Archive for June, 2013
From Syria to Libya to Mali and Iran, conflicts in the Middle East and North Africa are perpetually covered in the media. Yet one conflict zone in that region—Morocco’s southern provinces, known as the Western Sahara—is hardly in the news; and when it is, the decades-long cold war between Morocco and the Algerian-backed Polisario Front is so often misunderstood. A myth has taken hold – perhaps because it is more dramatic – that the Western Sahara is “Africa’s last colony,” and the Polisario Front is leading a struggle for “liberation” and “self-determination.”
The Polisario certainly likes it that way, and works hard to perpetuate that story line. Its very existence depends on the media and the international community believing that they are the sole legitimate representative of the Sahrawi people. (more…)
The statements made by Member of the European Parliament María Muñiz, during a recent visit to Western Sahara dealt a blow to the Polisario and triggered a hysterical reaction on the part of Mohamed Abdelaziz. According to informed sources in Tindouf, the Polisario leader got very angry after he heard the statements María Muñiz, who was visiting Western Sahara part of a European Parliamentary delegation, made to Spanish news agency EFE. (more…)
We are pleased to present the ninth annual Failed States Index. The FSI focuses on the indicators of risk and is based on thousands of articles and reports that are processed by our CAST Software from electronically available sources.
We encourage others to utilize the Failed States Index to develop ideas for promoting greater stability worldwide. We hope the Index will spur conversations, encourage debate, and most of all help guide strategies for sustainable security. (more…)
Egyptians flooded the streets on Sunday determined to oust Islamist President Mohamed Morsi on the anniversary of his turbulent first year in power, in the biggest protests Egypt has seen since the 2011 revolt.
A sea of jubilant protesters converged on Cairo’s Tahrir Square and the large avenue outside the presidential palace, as well as in several others squares of the capital as army helicopters circled overhead.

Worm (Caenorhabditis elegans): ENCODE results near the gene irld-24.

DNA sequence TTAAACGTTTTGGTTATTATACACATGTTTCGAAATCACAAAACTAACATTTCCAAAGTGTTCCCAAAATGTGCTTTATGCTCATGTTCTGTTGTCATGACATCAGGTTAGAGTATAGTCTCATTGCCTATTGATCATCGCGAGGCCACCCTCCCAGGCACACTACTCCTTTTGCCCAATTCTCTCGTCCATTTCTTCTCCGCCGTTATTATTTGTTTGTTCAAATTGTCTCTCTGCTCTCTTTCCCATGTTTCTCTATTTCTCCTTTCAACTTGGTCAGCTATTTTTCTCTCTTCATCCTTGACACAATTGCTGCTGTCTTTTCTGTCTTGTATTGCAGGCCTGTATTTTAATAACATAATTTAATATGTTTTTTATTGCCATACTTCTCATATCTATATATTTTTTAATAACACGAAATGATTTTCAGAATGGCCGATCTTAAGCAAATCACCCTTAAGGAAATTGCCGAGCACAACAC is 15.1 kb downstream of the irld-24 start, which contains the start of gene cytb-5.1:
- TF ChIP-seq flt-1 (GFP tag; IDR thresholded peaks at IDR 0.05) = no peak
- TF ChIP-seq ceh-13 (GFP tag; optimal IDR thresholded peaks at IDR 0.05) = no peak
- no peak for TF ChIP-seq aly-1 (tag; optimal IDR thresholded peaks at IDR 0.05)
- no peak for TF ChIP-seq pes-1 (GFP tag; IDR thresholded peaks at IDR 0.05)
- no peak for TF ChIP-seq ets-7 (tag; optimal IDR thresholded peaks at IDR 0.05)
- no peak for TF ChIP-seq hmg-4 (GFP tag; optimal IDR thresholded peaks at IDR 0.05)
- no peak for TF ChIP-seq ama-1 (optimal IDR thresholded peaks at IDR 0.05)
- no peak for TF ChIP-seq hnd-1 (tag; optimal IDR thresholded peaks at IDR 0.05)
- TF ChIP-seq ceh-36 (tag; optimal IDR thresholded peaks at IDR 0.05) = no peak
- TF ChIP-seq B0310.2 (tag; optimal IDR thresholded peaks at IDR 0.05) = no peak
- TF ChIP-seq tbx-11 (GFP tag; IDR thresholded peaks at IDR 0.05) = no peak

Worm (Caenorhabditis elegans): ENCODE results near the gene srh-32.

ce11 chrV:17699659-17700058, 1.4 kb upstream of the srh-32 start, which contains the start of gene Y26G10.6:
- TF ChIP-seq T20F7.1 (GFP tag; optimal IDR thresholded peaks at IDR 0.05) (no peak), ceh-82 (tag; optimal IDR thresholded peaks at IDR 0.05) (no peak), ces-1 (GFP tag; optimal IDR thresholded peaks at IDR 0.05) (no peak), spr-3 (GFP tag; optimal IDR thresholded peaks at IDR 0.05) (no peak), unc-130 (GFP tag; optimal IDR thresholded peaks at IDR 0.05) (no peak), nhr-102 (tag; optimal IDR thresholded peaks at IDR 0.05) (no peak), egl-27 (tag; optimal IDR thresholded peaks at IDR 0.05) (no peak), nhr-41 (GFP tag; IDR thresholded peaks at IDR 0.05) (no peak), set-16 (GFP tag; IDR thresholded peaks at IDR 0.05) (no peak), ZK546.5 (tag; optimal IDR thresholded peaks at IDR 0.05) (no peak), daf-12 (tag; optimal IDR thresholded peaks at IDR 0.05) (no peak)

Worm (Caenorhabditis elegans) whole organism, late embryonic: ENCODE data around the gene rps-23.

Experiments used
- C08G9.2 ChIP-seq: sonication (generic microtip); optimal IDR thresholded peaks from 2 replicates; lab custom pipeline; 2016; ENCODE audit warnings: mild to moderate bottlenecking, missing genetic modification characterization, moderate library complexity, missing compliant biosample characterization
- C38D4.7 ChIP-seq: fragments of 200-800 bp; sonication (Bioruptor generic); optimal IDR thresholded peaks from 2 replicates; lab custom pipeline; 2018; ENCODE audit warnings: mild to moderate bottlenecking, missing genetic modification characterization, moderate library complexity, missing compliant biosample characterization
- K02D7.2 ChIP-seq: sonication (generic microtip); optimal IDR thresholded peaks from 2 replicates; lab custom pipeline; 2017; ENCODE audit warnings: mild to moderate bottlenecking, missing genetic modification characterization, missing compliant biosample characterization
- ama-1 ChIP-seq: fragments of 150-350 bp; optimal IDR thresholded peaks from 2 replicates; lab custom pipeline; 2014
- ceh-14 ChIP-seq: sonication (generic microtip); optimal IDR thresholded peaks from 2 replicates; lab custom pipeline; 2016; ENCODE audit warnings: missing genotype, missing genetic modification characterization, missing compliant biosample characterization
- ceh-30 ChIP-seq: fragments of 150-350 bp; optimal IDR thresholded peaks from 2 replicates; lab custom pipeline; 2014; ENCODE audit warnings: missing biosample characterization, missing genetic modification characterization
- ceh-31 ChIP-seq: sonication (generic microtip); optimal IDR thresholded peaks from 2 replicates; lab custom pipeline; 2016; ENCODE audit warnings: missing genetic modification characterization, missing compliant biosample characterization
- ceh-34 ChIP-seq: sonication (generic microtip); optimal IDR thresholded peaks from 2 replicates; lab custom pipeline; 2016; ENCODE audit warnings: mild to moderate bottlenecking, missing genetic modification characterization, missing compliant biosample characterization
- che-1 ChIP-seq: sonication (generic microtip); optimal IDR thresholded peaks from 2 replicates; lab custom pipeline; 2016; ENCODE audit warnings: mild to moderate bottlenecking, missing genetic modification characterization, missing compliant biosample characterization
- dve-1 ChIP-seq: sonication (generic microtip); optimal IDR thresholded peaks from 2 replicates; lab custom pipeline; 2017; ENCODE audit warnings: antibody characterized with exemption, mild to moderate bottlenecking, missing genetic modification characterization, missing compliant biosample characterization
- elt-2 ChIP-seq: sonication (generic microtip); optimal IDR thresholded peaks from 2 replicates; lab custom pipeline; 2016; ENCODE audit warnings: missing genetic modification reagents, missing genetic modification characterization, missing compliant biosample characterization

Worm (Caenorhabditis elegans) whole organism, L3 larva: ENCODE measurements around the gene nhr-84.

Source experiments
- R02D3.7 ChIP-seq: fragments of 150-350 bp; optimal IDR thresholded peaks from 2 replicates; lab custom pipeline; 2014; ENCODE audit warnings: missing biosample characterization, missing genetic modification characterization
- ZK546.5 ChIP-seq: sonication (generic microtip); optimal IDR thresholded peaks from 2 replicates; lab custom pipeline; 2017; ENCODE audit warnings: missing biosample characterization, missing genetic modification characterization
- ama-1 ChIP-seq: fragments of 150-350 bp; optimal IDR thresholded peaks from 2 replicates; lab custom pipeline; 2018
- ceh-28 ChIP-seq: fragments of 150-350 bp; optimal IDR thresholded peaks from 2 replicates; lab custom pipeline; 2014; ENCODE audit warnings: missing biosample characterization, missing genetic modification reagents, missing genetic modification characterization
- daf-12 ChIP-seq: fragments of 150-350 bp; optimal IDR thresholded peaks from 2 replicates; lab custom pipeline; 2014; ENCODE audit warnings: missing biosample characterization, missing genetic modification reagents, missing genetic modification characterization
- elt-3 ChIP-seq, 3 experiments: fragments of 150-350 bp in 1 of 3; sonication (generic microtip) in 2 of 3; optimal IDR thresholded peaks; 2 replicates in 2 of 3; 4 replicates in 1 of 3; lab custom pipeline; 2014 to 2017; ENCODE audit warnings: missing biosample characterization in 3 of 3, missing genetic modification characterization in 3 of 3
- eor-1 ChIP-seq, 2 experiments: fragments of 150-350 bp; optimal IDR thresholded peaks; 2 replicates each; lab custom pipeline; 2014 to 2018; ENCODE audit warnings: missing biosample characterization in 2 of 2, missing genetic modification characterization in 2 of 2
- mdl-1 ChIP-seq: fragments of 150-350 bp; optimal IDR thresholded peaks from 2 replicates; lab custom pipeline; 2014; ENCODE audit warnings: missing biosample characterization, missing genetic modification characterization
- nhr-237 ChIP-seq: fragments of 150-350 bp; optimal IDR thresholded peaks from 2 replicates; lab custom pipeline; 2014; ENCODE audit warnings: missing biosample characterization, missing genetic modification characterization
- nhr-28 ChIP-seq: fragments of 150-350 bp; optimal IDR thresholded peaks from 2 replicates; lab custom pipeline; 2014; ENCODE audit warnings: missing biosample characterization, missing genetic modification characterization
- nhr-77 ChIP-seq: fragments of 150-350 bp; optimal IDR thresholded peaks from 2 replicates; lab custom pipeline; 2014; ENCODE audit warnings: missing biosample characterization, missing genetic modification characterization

Police sources told AFP that hundreds of thousands of protesters had taken to the streets in Cairo alone.
As chants of “Leave!” rang around the capital, the presidency insisted that dialogue was the only way out of the crisis. (more…)
Algeria has finally missed its last minute forcing to have the French-Algerian Chems Eddine Hafiz, lawyer of the Polisario Front, elected to the chairmanship of the CFCM, French Council of the Muslim Faith.
The Great Mosque of Paris (GMP), notoriously subservient to Algeria, was forced to backtrack under pressure from other federations of Muslims in France. The Rally of France’s Muslims (RMF, close to Morocco), the Coordination Committee of Turkish Muslims in France (CCMTF) and the French Federation of Islamic Associations of Africa, the Comoros and the Caribbean (FFAIACA) voted against Chems-Eddine Hafiz. (more…)
Mohamed Zafzaf Prize for Arabic Literature committee decided to award this year’s prize to Palestinian novelist Dr. Sahar Khalifa, and the ceremony and presentation of the prize was set for Sunday.
The committee was composed of novelists Ahmed Al-Madini from Morocco, Wasini Al-A’raj from Algeria, Ismail Fahd Ismail from Kuwait, and Abdu Jubair from Egypt, in addition Asilah Forum Foundation Secretary General Mohamed Benaissa. (more…)
theartsdesk in Fes: Patti Smith and the Sufis The punk poetess and other sparkling sacred music at the Fes Festival
“The boy looked at Johnny – he was surrounded by white and blue tiles, in the medina.” Patti Smith was improvising on her classic album Horses in her first, compelling, gig in Morocco. Smith has a history of Moroccan connections: she knew the Tangier-based writer Paul Bowles and plugged into that pre-punk Beat generation, but there were some raised eyebrows as to what exactly she was doing at a “sacred” music festival. “Birdsong is sacred,” she said when challenged on this, surrounded by the twitter of birds at the open courtyard of the Riad Sheherazade where she gave her Press Conference the day before. “And so is Jimi Hendrix”. (more…)
Libya has applied to become a partner of the Organisation for Security and Co-operation in Europe in a move that, if successful, will mean it will have joined Egypt, Tunisia, Algeria and Morocco in this Vienna-based body.
The OCSE is an intergovernmental organisation founded in the Cold War, which works on the premiss that Europe’s security can best be assured by assisting states far beyond its borders to achieve peace and stability. If Libya becomes a partner, it will receive support not simply on security, such as arms and border control, but will also be helped to promote human rights, freedom of the press and fair elections (more…)